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Rocking Hard, with a Computer
by Jialin Luh on Nov 11, 2004
For computer music geeks Steve Taormina and Alan Stewart, opening a computer music shop was, in their words, an "inevitable progression". Serving the whimsies and needs of beginner bedroom producers, tiny basement recording studios and fanatical gear collectors alike, Robotspeak is firmly rooted in the San Francisco computer music community.
The half-subterranean room stocked with music gadgets and gear has been filling a void in the mostly guitar-centric music products industry for a little over two years. Taormina and Stewart, both computer music industry vets, saw a need for a place where people felt comfortable learning about and exploring computer music without the pretentiousness of gear snobs and free of pressure from overbearing salespeople who knew more about closing a sale than the products they were selling.
Music software accounts for a substantial portion of Robotspeak's wares. These programs include audio recording software, virtual instruments and programs for musical composition. Hardware stocked includes audio interfaces to transmit sound into and out of computers, drum machines, synths, mixers and all things MIDI. Taormina and Stewart pride themselves on running San Francisco's independent computer music shop. "[We sell] esoteric instruments—stuff with more character," Stewart says. "Big stores tend to gravitate towards Roland and Korg. Those massively produced synths are super impressive but tend to make everyone sound the same." For the last year they have also been an Apple retailer.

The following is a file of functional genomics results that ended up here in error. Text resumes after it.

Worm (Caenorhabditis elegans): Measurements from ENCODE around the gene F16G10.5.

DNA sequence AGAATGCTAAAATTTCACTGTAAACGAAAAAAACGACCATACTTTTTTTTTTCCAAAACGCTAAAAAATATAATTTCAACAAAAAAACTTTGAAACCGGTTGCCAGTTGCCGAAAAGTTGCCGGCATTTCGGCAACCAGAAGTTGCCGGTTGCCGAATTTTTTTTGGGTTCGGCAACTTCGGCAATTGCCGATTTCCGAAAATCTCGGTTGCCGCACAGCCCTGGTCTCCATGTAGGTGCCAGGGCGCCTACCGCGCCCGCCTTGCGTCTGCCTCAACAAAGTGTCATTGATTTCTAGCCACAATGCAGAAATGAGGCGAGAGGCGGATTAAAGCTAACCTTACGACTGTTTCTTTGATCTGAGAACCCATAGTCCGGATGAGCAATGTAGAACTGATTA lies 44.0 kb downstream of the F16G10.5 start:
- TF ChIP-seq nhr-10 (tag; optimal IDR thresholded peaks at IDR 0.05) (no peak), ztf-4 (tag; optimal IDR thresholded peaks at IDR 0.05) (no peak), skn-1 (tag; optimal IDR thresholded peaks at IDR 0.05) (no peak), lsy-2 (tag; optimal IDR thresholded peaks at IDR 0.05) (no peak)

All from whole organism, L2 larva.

Robotspeak also provides friendly and indispensable services to its customers. In-store music software classes are held monthly and taught by guru Gustavo Lanzas, who the shop owners affectionately refer to as "The Gimp". Classes so far have been devoted to Propellerhead's Reason and Ableton Live, composition and audio loop-sequencing/MIDI composition software, respectively. A ten-student maximum ensures maximum attention in a nurturing environment.
Feeling comfortable asking questions is important, Taormina says, because computer music composition is not "self-evident". At Robotspeak people can try out gear and talk about it with knowledgeable people. Taormina and Stewart are genuinely interested in helping their customers progress. Their Robotspeak Sessions are one means they use to keep up-to-date with what people are doing musically. Each session features three 45-minute acts followed by a Q & A session with each of the performers. Robotspeak Sessions has featured everyone from customers to well-known acts, such as local Broker/Dealer and Chachi Jones.
The storefront is also an intimate setting for "Clinics" -- discussions and demos with the experts. Past guests have included electronic instrument and synth creator Bob Moog, synth inventor Dave Smith and Warp Records artist Richard Devine. Devine is a "sound designer" for software company Native Instruments and whenever new Native Instruments releases new products, Robotspeak's customers are treated to an in-store demo by someone from the company.
Robotspeak is fully equipped for computer musicians of every level. Yes, it can be costly. But people have been known to rock hard even with simple gear. It is really a matter of knowing how to use your gear well. Have questions? Don't know where to start? Stop by. These guys are enthusiastically waiting to assist you.
by Jialin Luh on Nov 11, 2004